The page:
Pooles Park reprieve puts another Islington school at risk of closure warn town hall bosses

Low school rolls mean schools in jeopardy

By Julia Gregory, Local Democracy Reporter

Islington Town Hall
Photo: Islington Council

Town hall bosses are warning families another Islington primary school could face closure because there are not enough children to fill the places after the school they selected got a reprieve.

It comes after Pooles Park primary in Finsbury Park got an eleventh hour reprieve – due to the government asking an academy to take over because it had an inadequate Ofsted rating recently.

However this unusual step was because of the academic rating, rather than because of the risk of closure due to low pupil numbers.

The Bridge Trust Academy was picked by the Department of Education to take over.

The school’s head teacher Greg Crawford has stepped down with immediate effect.

In a letter to parents he praised the “dedicated staff, parents and wonderful pupils.”

He told them: “Together you have all made this school a very special place.”

Parents who campaigned to save their school have welcomed their school’s survival but the council accused the Department of Education of undermining its efforts to ensure quality education at financially viable schools.

A spokesman said the government’s decision to appoint an academy sponsor for Pooles Park “is disappointing and undermines our commitment to ensure every child in Islington has an excellent education at a good, financially viable school.”

He said the “difficult decision” of shutting the doors at Pooles Park ” would have supported the future of neighbouring schools which are all rated “good” by Ofsted and face similar problems with surplus places.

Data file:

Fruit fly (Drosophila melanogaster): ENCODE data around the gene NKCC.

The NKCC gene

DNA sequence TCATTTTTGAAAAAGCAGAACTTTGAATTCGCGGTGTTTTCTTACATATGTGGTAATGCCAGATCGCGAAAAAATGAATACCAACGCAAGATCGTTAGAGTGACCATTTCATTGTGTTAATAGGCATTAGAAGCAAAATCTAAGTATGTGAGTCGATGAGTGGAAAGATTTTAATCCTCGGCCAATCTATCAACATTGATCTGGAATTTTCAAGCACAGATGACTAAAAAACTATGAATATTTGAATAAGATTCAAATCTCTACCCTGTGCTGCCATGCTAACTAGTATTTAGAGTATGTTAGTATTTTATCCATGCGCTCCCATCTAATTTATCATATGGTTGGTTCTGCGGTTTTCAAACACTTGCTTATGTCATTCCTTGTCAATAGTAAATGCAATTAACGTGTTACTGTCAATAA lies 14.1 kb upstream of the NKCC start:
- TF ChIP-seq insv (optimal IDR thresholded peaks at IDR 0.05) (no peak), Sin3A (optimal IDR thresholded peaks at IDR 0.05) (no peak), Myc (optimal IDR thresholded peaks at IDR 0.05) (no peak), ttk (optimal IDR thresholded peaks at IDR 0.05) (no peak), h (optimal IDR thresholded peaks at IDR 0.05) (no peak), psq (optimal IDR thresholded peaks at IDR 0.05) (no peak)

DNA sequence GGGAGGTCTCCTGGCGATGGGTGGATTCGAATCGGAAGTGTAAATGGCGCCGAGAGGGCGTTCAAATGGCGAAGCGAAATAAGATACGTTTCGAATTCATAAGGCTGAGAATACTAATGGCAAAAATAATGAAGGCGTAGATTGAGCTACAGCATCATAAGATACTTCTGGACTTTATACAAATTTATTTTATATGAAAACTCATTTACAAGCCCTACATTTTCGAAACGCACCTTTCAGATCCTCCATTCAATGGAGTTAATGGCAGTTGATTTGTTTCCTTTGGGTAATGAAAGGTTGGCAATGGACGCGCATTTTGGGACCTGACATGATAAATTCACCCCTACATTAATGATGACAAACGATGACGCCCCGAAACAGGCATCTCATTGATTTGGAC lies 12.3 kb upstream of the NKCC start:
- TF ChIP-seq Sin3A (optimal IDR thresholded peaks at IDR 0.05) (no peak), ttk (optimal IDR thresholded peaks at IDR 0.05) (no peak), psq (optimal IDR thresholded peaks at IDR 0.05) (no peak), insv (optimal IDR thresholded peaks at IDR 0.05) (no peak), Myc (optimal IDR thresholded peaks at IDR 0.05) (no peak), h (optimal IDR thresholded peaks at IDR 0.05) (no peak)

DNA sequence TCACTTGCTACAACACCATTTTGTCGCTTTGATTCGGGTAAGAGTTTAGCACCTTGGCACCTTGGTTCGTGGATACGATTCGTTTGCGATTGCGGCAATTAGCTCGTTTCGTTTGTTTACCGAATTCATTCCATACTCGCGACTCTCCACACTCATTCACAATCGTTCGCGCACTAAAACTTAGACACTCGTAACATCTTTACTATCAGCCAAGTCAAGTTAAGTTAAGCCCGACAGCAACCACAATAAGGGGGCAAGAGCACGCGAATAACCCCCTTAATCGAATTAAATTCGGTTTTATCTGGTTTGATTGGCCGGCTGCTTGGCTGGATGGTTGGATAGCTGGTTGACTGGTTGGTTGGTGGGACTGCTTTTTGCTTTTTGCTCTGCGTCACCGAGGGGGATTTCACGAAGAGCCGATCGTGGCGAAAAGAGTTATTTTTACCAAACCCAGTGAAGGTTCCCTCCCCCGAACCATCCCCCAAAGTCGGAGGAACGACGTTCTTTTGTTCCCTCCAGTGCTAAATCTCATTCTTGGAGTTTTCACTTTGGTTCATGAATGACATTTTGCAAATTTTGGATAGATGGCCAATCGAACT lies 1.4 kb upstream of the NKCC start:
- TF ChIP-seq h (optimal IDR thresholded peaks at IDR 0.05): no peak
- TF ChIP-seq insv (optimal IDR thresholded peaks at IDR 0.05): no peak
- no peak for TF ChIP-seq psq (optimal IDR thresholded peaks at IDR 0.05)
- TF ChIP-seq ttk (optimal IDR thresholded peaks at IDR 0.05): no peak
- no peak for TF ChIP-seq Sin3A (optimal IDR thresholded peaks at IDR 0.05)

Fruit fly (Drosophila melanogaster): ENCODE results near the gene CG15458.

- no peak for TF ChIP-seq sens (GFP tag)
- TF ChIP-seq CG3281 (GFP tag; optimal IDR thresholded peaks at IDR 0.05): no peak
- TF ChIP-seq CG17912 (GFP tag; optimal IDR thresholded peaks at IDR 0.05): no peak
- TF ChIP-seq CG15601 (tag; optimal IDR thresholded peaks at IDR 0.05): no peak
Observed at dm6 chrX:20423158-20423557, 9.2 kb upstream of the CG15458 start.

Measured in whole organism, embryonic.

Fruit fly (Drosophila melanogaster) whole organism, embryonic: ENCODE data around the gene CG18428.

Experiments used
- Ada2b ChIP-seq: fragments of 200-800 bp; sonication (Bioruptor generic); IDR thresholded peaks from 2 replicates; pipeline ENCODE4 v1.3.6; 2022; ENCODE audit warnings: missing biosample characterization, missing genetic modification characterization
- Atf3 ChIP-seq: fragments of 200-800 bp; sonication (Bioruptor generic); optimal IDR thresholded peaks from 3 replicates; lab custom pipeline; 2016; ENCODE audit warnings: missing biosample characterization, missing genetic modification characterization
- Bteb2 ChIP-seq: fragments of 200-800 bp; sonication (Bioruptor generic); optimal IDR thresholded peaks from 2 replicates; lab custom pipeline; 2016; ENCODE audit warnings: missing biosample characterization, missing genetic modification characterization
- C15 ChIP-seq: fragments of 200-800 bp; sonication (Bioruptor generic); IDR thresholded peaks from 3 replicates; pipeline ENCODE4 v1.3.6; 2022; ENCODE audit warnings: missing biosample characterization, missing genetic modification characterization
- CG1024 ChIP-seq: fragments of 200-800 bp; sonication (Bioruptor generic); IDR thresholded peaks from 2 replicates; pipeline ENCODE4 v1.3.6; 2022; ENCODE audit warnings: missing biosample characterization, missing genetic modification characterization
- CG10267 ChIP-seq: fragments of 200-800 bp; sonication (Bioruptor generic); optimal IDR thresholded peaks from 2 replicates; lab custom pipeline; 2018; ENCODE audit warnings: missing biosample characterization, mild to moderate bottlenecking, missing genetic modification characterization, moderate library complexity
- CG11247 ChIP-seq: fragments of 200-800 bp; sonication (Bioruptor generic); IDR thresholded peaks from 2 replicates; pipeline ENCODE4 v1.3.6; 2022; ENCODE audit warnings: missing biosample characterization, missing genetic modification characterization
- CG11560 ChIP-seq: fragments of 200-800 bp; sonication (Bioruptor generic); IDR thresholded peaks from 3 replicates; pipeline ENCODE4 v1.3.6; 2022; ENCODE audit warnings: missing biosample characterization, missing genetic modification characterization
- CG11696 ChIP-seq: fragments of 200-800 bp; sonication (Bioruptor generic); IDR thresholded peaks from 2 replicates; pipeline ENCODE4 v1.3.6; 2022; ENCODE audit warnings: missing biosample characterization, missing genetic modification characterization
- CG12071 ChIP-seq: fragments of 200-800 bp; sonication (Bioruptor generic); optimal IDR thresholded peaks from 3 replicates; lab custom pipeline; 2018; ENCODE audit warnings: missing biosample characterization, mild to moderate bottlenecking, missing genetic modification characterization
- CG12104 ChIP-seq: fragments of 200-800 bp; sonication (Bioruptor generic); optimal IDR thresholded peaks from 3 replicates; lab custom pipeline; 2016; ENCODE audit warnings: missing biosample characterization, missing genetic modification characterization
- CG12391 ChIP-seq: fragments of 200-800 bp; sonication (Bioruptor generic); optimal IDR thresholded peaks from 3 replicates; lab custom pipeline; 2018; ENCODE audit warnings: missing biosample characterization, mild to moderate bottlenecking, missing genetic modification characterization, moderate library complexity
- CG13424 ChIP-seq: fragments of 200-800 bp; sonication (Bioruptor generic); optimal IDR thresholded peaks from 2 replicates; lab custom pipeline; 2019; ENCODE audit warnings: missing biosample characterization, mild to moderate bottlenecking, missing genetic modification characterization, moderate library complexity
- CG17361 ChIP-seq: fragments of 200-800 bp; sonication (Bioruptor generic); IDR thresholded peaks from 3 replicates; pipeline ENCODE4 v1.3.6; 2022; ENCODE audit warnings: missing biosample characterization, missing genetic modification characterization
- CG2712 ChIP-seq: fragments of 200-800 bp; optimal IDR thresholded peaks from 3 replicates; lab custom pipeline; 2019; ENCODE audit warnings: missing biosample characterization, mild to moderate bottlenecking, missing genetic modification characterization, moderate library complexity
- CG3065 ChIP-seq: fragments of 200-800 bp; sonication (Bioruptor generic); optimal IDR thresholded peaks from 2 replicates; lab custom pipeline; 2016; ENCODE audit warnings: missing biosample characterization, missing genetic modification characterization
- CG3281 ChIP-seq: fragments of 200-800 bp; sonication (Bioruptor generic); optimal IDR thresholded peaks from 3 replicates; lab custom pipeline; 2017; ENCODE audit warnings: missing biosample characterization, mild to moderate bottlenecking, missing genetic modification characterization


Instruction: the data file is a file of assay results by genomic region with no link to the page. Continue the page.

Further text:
“The closure would have improved their ability to deliver an excellent education to all their pupils, including those transferred from Pooles Park, while reducing their surplus places and improving their financial stability.”

He said this means another school could face closure.

“The decision taken by the DfE means there will still be too many school places locally, which means these schools will continue to not be funded properly. The decision will now force us to consider the closure of another good local school.”

The council said: “The DfE’s actions have compromised the council’s statutory duty, and moral responsibility, to ensure children can access an excellent education.”

Some other primary schools in the Hornsey education area, which includes Pooles Park, have high vacancy rates between 36 per cent to 40 per cent.

Pooles Park parents said they were disappointed by the council’s response to the school’s survival and said they felt town hall bosses saw it as “a foregone conclusion that the school was going to close”.

Education bosses are likely to present further recommendations to senior politicians.

In April they discussed Phase 2 of the council’s education organisation plan and agreed a recommendation behind closed doors to “further reduce the surplus capacity in Islington’s primary schools.”

The equalities impact assessment was also exempt, so the public cannot read it.

In the public cover paper, the council described how ten schools were in deficit and school income in Islington had dropped form £11.7m in 2018/19 to £8.3m at the end of the 2021/22 financial year.

Education bosses warned “it is becoming increasingly difficult for schools to remain financially viable when pupil numbers fall” because schools get funding based on pupil numbers.

The amount depends on children’s needs, but averages £5,500 per pupil.

Last October, the council sounded a warning that London was facing 84,384 empty desks – with 84 per cent in primary schools alone.

Nearly one in five, or 18 per cent of, reception places in 47 Islington primaries are unfilled and secondaries had a surplus of nealry 1,000 places, or 14 per cent of their capacity.

It comes as there were 300 fewer Islington births in 2019/20.

The council pledged to “only consider school closure or amalgamation as a last resort and following any formal consultation” and put children at the centre of its decisions.

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